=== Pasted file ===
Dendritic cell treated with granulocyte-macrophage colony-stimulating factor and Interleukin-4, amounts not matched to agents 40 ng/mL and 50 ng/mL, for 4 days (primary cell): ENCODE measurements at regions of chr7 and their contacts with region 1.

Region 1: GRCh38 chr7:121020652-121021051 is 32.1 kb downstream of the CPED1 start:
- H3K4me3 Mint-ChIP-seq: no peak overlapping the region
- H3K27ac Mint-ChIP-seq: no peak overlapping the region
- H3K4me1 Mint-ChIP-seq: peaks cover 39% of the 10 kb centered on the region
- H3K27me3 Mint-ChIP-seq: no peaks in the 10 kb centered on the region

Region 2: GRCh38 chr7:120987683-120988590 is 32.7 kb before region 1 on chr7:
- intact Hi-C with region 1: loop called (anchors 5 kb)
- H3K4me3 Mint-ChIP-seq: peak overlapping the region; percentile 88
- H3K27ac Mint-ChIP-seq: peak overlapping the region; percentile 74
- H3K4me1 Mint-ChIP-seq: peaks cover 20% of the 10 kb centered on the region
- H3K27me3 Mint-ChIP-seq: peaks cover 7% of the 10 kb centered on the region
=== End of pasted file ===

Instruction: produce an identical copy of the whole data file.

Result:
Dendritic cell treated with granulocyte-macrophage colony-stimulating factor and Interleukin-4, amounts not matched to agents 40 ng/mL and 50 ng/mL, for 4 days (primary cell): ENCODE measurements at regions of chr7 and their contacts with region 1.

Region 1: GRCh38 chr7:121020652-121021051 is 32.1 kb downstream of the CPED1 start:
- H3K4me3 Mint-ChIP-seq: no peak overlapping the region
- H3K27ac Mint-ChIP-seq: no peak overlapping the region
- H3K4me1 Mint-ChIP-seq: peaks cover 39% of the 10 kb centered on the region
- H3K27me3 Mint-ChIP-seq: no peaks in the 10 kb centered on the region

Region 2: GRCh38 chr7:120987683-120988590 is 32.7 kb before region 1 on chr7:
- intact Hi-C with region 1: loop called (anchors 5 kb)
- H3K4me3 Mint-ChIP-seq: peak overlapping the region; percentile 88
- H3K27ac Mint-ChIP-seq: peak overlapping the region; percentile 74
- H3K4me1 Mint-ChIP-seq: peaks cover 20% of the 10 kb centered on the region
- H3K27me3 Mint-ChIP-seq: peaks cover 7% of the 10 kb centered on the region